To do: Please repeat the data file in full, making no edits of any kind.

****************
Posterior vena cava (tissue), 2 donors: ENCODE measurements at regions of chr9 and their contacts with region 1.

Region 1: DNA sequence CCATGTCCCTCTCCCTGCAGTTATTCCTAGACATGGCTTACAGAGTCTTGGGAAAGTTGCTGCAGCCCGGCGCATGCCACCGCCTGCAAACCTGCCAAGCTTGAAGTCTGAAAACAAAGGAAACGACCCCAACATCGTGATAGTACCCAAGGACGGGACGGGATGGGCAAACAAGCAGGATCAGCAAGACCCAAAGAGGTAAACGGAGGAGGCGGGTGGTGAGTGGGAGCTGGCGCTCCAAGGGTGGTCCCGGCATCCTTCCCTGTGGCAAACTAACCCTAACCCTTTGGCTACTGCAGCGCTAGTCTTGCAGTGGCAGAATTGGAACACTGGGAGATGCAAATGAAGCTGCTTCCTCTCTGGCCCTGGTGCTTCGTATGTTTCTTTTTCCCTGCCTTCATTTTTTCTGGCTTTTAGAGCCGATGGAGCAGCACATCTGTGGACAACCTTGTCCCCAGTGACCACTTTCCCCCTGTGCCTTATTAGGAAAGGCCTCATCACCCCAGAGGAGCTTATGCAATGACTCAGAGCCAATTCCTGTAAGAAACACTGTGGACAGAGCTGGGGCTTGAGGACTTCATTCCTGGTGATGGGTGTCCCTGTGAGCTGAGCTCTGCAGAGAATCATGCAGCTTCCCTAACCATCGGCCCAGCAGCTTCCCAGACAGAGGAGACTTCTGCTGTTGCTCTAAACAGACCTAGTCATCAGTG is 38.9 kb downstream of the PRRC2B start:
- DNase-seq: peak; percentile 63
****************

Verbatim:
Posterior vena cava (tissue), 2 donors: ENCODE measurements at regions of chr9 and their contacts with region 1.

Region 1: DNA sequence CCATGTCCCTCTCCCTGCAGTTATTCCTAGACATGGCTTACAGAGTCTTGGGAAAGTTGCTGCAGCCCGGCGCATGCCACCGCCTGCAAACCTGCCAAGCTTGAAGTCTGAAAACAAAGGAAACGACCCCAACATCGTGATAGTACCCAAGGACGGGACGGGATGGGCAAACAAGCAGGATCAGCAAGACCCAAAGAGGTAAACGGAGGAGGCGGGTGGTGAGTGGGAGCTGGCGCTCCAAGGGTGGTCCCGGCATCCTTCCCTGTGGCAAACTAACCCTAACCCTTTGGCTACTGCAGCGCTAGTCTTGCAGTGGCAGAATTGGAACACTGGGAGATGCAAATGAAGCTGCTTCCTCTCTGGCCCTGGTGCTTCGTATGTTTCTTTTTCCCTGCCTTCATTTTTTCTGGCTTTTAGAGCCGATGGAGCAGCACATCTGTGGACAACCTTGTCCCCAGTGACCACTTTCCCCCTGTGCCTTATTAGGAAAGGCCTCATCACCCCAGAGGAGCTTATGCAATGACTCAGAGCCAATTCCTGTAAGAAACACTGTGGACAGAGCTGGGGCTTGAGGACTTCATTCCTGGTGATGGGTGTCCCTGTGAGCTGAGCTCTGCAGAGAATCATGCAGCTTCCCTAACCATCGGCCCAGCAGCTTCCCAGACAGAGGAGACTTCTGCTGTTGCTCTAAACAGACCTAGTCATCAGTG is 38.9 kb downstream of the PRRC2B start:
- DNase-seq: peak; percentile 63